Tuesday, March 31, 2009
I suppose like all mothers, I don't like to see my little guy crying. Fortunately, he doesn't do it very often.
Dr. Fields, our pediatrician, gave us the results of Noah's lung culture. Fortunately, he has a bacterial infection that can easily be treated with oral antibiotics as opposed to antibiotics through his IV. We will be able to go home as soon as Noah is off oxygen. He has been put on oxygen because his lungs are still recovering from the RSV. We hope to be home some time this weekend.
Monday, March 30, 2009
Daddy headed off to work, after only a few interrupted hours of sleep, while the little man and I entertained a string of visitors – Lindsay, Megan and Nana. They brought with them food and encouragement as well as helped me pass the time.
The nebulizer treatments in addition to the antibiotics have helped to clear Noah's lungs. The nurse commented that "he doesn't sound like he has rocks in his lungs anymore". Noah's pediatrician will be by later tonight to give us the results of his lung culture. Once we have the results, we will have a better idea how much longer we will be here. Hopefully tonight will be less eventful and Kc and I will get a bit more sleep. That might just be wishful thinking.
Sunday, March 29, 2009
9:30 Mommy and Daddy "tried" to go to bed
9:35 Oxygen Saturation (SAT) monitor beeps because his saturation level is below the recommended limit (it beeps several times and then Noah's level returns to normal)
9:42 Nurse comes in the room to give antibiotics through IV on a pump machine
9:49 SAT monitor beeps several times
9:57 IV pump machine beeps to tell us it's almost finished
10:02 IV pump machine is finished and beeps repeatedly
10:06 Finally the nurse comes in the room to turn IV pump machine off
10:12 Respiration Therapist (RT) comes in to give Noah medication through a nebulizer (happens every four hours)
10:25 Noah is agitated after the nebulizer treatment and begins to cry
10:29 The nurse comes in and gives Noah a diuretic to help his lungs drain
10:37 Noah is coughing and needs to be suctioned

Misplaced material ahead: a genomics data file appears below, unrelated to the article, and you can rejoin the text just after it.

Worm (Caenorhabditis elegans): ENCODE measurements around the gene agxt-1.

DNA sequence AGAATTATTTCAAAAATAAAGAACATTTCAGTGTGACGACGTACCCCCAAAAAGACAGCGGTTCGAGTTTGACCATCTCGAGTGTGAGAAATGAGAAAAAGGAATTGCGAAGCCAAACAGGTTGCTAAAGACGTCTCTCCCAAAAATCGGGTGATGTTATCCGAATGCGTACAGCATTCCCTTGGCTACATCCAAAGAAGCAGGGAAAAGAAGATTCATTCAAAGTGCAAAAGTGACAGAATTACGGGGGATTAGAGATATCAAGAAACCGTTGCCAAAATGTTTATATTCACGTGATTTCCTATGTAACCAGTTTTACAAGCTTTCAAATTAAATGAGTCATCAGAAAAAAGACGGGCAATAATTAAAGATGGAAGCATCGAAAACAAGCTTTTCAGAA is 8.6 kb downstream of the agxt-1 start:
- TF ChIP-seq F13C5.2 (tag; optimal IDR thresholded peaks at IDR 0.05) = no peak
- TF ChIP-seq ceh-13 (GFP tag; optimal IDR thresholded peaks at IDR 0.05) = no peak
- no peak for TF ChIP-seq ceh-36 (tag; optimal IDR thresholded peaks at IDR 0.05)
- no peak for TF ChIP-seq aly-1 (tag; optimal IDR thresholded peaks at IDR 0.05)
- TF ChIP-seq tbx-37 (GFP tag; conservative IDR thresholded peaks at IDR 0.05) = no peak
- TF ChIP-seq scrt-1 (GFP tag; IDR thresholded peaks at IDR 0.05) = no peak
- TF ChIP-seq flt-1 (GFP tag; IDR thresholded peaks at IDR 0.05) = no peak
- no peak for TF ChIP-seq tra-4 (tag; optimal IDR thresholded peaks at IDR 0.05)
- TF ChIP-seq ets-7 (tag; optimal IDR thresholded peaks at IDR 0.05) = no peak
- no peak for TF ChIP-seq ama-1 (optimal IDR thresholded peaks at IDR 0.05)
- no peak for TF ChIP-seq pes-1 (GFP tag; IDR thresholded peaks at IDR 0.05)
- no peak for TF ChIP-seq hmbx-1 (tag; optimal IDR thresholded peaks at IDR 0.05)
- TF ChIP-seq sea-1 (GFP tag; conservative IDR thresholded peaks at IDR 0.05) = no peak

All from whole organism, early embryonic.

10:49 Noah cries because he has a wet diaper
This is just one hour. Add to that feedings every three hours, pumping every three hours, random Wubba Nub escapes (we had to put his pacifier back in his mouth), the cleaning crew coming to empty the trash and soiled linen receptacle, and temperature and blood pressure taken twice during the night. Needless to say, Kc and I are quite tired. It did help to have our own pillows and down comforter, though. We're becoming accustomed to the routine interruptions and take comfort in the knowledge that it won't last forever – home is just a few days away!
Kc got up around 2:00 am, and in his sleep deprived state, thought he caught Noah and the RT smoking a hookah. He was preparing to have "the talk" with his son about the dangers of controlled substances. Just because an RT said it was cool to smoke, doesn't mean you should give in to peer pressure. Kc soon realized, however, it was Noah's nebulizer treatment.The Jackson family will be spending the day relaxing and getting better. We will be gradually increasing the amount Noah is fed, hopefully getting back up to 4 ounces. Thank you for all of your thoughts and prayers. We are truly in good hands here.
Saturday, March 28, 2009
Noah has been a bit under the weather the past three days. At first, I thought it was because of the vaccinations he received on Wednesday. By Friday, after a few cranky and cough filled days, I thought he had just caught a cold. After several tests in the ER, we found out he has RSV and pneumonia. Our little guy is quite tough – I had no idea he was so sick. He is currently on two separate antibiotics and will be monitored over the next few days. Because of the blood in his vomit, he is currently NPO (cannot eat anything) and will have further tests done. We'll keep you posted.